The Importance Of Standardized Testing In Education

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When I first started high school, all of my teachers told me that the next four years of my life would fly by. Now that I am a senior, I realize that high school has flown by, but my time here has been stressful. It is not the classes here that make my brain want to explode; instead, it is a standardized test called the American College Testing (ACT) that does. In seven months, I will be in college, but I will not have mountains of scholarships or be placed in honors classes. The reason for this is because of my score on the ACT. Nowadays, colleges are so dependent on the ACT that getting an equal chance at college in nearly impossible for students that are horrible at standardized testing. Also, the ACT has the most unrealistic time limit…show more content…
It is unfair for colleges to be so dependent on a standardized test that does not predict how the student will succeed in college. The ACT is a test that is based on information that has either been taught since elementary school or not taught at all. First of all, I do not have a brain that can hold useless information forever. However, my brain is able to effectively absorb the lectures that are taught in a classroom and use that knowledge gained in order to pass that class. Likewise, in college, I will also be tested on the information that was taught in a class, instead of random information that I do not know. In addition, once my major is decided, I will indeed be taught information that is pertinent not only to my success in college, but also to my future in the real world. Memorizing facts, formulas, people, and other information that is supposed to be drilled into me from kindergarten will not likely help me succeed in college. In a majority of my classes in high school, I typically make "A 's", but since I cannot make over a 30 on my ACT, I am immediately less worthy than the ones that do. This way of thinking and categorizing students is extremely unfair. Most of the people who do exceptionally well on the ACT are the teenagers that are known as the gifted geniuses. Some of these…show more content…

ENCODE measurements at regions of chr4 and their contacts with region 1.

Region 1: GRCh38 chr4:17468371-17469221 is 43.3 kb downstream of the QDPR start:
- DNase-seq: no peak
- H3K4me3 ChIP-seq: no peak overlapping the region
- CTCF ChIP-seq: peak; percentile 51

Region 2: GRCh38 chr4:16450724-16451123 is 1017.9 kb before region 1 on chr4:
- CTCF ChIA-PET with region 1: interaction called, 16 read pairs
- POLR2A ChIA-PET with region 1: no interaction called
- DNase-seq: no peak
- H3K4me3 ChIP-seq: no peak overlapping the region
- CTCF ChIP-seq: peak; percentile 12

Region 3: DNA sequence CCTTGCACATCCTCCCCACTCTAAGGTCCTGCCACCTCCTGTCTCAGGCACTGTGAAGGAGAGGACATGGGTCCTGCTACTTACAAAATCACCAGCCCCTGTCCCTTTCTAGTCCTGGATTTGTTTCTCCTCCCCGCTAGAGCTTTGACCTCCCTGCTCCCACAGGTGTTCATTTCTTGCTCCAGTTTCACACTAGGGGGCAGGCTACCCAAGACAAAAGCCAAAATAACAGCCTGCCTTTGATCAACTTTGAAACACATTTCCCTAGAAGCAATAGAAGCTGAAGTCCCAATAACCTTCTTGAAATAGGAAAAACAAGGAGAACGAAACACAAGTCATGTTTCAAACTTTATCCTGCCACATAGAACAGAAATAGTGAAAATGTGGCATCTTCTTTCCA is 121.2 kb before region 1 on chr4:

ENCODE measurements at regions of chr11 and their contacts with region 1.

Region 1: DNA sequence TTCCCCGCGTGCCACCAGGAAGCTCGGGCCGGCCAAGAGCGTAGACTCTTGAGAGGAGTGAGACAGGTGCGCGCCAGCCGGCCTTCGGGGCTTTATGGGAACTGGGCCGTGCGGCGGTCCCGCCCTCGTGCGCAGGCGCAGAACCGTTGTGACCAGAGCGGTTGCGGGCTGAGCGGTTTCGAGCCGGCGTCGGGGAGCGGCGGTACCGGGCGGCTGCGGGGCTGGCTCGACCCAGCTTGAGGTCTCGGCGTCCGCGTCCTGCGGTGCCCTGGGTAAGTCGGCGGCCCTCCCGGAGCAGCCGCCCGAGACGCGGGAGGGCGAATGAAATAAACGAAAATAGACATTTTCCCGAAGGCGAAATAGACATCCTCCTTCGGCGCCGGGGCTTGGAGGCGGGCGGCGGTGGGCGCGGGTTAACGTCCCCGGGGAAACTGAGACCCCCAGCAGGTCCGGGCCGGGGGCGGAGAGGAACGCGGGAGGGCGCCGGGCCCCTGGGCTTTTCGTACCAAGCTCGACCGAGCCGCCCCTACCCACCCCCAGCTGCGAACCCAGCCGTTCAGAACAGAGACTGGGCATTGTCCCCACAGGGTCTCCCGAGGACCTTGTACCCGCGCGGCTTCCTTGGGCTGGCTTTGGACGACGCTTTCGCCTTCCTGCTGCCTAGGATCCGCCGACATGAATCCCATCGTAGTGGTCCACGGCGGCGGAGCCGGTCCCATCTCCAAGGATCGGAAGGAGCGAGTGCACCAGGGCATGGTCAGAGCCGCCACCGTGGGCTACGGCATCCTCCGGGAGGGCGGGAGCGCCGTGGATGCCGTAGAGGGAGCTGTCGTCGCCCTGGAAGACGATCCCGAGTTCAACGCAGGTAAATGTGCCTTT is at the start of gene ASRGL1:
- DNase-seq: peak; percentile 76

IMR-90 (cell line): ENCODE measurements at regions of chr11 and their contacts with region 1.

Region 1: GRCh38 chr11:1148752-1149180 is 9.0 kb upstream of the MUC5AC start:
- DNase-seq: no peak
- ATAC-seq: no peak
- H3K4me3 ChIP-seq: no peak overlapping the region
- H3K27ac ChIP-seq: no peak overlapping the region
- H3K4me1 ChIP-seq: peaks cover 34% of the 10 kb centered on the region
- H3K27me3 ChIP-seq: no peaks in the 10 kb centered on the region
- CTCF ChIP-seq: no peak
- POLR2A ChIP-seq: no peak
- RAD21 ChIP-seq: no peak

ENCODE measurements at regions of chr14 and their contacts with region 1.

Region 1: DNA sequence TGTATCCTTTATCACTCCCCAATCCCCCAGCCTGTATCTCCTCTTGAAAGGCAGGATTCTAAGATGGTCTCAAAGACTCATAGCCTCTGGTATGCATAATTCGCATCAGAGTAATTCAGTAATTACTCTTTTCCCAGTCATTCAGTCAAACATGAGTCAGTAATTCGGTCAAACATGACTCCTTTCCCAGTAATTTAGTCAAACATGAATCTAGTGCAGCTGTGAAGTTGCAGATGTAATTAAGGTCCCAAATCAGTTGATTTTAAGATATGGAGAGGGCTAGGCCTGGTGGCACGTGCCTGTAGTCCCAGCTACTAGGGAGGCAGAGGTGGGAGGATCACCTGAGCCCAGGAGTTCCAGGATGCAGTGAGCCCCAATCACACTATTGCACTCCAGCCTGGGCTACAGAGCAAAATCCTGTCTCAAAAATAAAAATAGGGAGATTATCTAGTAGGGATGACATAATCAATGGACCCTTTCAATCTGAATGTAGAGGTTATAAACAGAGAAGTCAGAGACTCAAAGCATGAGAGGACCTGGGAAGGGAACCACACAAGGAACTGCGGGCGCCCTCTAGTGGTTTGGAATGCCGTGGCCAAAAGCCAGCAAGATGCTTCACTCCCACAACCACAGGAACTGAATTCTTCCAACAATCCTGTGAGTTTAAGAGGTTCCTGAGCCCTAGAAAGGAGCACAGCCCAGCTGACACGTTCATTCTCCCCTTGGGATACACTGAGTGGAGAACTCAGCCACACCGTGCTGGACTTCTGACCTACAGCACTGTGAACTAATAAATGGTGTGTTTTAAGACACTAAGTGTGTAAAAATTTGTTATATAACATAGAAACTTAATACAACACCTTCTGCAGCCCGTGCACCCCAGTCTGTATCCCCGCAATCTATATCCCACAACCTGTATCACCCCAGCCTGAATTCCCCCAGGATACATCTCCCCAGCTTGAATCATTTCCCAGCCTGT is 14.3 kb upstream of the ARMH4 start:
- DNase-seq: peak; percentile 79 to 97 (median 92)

In college, I am positive that there will be professors with outrageous time limits for exams, but the ACT test makers or rule creators take their time limitation to a whole new level. For example, on the math portion of this standardized test, everyone has 60 minutes in order to complete 60 questions. This is unjust because math is a subject that requires working out problems with many formulas that I have trouble remembering. Some problems on the test require multiple formulas and take at least a couple of minutes to work out. Even if a student knew how to work out these problems, the time limit would either prevent them from answering correctly, or rush them to the point of messing up. In my opinion, the presence of a rushed, anxious mind, sweaty palms, and racing heart rate is not the greatest time to judge a person 's abilities. Now, if I was doing simple addition on this test, I would finish it in no time. Instead, the ACT gives questions that take an eternity to solve. This results in me having to put the most aesthetically pleasing answer for the last 20 questions that I never have the time to do. To solve problems, correct grammar, or even comprehend a passage quickly and effectively, the ACT demands that students remember every skill they have been taught in order to do so. In high school alone, students spend thousands of

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